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Amy Atwater was beautiful. An all-American girl, high school prom queen and cheerleader, not unused to being the center of attention. She was a bright, energetic, twenty year-old who enjoyed scuba diving in exotic locations and playing tennis at Daddy's country club. A breath taking beauty, the life of the party who grew up in Miami, Florida. Her friends were all beautiful, both the men and the women, especially since she worked as a graphic designer for a Miami "shiny sheet". Despite all of the attention she received regarding her looks, Amy felt she had “flaws". Deep- seated, undeniable, just plain ugly flaws. The kind that always stared back at her in the mirror. She carefully hid these flaws, as they were the kind that she believed could have made her only a member of the homecoming court instead of the queen. No amount of wheedling or cajoling, reassurances, psychotherapy, EST, chakra healing, recreational or prescription drugs, casual or tender sex could take them away. Her list of imaginary physical defects grew every time she looked into the mirror. Her forehead was wider than Liz's, her best friend, her eyes so far apart that she was practically looking at the back of her own head, ears that flapped like Dumbo, and a chin that stuck out like a shelf. She saw each and every flaw even when those around her were gracious enough to pretend they didn’t exist. She saw them. She knew. Of all her flaws, real or imagined, her breasts were her Achille’s Heel. “Why couldn’t I have breasts like my mother or my sisters?” she agonized. She had lived with the pain, shame, and embarrassment since she turned 13. She so looked forward to having full, round breasts, and as her “buds” started to grow, so did her excitement.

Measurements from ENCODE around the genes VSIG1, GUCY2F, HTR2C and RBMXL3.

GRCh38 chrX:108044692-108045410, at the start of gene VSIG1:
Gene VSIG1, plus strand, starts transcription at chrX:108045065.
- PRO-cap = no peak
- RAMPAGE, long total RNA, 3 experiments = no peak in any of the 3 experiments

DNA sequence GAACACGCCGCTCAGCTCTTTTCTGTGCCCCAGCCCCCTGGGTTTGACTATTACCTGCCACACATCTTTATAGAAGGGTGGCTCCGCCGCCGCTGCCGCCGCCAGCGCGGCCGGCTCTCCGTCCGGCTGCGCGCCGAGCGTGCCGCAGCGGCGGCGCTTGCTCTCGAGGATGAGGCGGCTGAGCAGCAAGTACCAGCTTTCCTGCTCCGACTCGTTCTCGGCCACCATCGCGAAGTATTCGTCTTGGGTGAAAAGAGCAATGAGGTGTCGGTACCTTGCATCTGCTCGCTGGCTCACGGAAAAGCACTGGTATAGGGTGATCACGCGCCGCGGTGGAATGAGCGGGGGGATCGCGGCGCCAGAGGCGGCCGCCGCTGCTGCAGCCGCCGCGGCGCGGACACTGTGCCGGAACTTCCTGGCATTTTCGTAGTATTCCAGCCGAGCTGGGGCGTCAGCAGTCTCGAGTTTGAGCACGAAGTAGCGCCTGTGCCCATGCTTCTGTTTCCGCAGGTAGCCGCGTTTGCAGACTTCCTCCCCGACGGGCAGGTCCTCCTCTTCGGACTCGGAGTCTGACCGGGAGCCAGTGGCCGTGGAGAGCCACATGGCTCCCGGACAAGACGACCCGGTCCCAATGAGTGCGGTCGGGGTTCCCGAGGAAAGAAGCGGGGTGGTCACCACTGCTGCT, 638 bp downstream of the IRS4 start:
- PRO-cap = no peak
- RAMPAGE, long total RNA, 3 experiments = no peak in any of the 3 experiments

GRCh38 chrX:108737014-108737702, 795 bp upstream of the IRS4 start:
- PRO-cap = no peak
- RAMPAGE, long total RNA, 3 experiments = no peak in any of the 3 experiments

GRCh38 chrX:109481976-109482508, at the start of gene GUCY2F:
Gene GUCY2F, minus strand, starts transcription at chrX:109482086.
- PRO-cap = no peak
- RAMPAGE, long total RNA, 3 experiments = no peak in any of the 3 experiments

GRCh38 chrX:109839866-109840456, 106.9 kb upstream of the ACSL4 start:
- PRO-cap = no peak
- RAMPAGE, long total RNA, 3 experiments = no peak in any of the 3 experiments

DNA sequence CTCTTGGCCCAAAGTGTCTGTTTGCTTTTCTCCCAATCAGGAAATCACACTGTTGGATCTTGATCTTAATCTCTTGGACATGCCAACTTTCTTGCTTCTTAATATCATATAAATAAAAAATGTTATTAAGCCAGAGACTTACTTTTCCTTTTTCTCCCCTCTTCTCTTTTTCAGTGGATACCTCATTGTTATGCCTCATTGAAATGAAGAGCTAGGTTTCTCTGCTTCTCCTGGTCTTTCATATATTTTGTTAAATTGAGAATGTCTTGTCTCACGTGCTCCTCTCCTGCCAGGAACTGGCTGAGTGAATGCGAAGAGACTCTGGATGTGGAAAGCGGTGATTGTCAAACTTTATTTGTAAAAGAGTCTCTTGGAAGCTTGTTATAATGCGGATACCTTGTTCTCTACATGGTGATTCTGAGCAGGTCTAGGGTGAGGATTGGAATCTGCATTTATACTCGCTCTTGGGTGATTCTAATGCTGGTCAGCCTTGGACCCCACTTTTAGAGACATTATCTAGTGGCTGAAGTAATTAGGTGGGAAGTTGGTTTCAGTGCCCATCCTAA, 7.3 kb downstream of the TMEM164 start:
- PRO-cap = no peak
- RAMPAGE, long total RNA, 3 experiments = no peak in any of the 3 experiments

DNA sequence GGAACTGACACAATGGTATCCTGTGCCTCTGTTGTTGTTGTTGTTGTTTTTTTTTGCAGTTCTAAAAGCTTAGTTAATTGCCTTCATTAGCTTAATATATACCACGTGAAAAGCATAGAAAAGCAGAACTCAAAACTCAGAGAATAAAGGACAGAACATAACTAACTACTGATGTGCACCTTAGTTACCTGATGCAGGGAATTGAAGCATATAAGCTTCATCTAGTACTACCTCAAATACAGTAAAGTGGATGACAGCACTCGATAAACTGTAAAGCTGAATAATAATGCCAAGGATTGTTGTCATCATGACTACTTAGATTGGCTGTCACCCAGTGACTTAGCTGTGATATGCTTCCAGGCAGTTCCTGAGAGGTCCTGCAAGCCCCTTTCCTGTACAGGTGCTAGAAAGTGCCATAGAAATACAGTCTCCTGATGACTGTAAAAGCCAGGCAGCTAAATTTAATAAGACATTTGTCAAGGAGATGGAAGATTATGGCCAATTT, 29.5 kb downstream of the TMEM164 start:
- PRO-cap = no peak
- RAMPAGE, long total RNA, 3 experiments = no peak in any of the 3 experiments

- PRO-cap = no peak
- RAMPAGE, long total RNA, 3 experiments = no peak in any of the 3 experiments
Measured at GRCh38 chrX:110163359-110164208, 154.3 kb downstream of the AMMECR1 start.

By fourteen, she covered up her breasts from her girl-friends and was the last to enter the gym showers at school. She cried when the other girls giggled and called her “B.B.” for “Banana Breasts”, even though she had perfect skin, a beautiful face, graceful body and long, sinewy legs, and perfect, shiny, straight hair. Nothing made up for what she perceived as disfigured breasts. Their shape was like a penis growing out of the center of a doughnut. And worse, one was much smaller than the other. Her mother took her to her pediatrician who told her it was a “congenital or developmental anomaly” known as Tuberous Breast, where the breast tissue herniates through the areolar skin. “Dear God”, she prayed. “I thank you for all you have given me, but couldn’t you make my breasts normal?” By the time she was sixteen, she knew that God had forgotten her prayers.


Amy stared in the mirror and frowned. The dress was perfect, of course, she had picked it and the new shoes up in a pilgrimage to Paris a few weeks ago and knew that the line hadn’t yet made it to the States, so she was sure to cause looks of envy from the others. She sighed resignedly,” no matter how pretty, a padded bra just isn’t sexy. but at least the pumped-up cleavage will distract everyone from the rest of my obvious flaws,” she declared solemnly. She studied her too-wide forehead and sighed. Compared to Liz Marshall she looked like a throwback from the Neolithic era. She had tried to tell Dr. Campbell about it but he wouldn't listen and told her that she was quite normal, proportional, and attractive, warning her against attempting to improve perfection. He seriously suggested she see a therapist.


"The fuck," she thought. "Are they now letting the blind do plastic surgery?" He had even given her a card for a referral to a shrink. Amy snorted; she had already seen several therapists and all of them were quacks. Each of them suggested she work on becoming happy with herself as she was, but she knew she would never be happy until her breasts were fixed. As she fixated on her other bodily flaws, the quest to have perfect breasts became an obsession.


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This book was written as a concise guide to healthcare professionals to cope with the specter of a medical malpractice suit. Included is a glossary of terms and an examination with answers.


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Copyright © 2016 Myron M. Persoff. All rights reserved.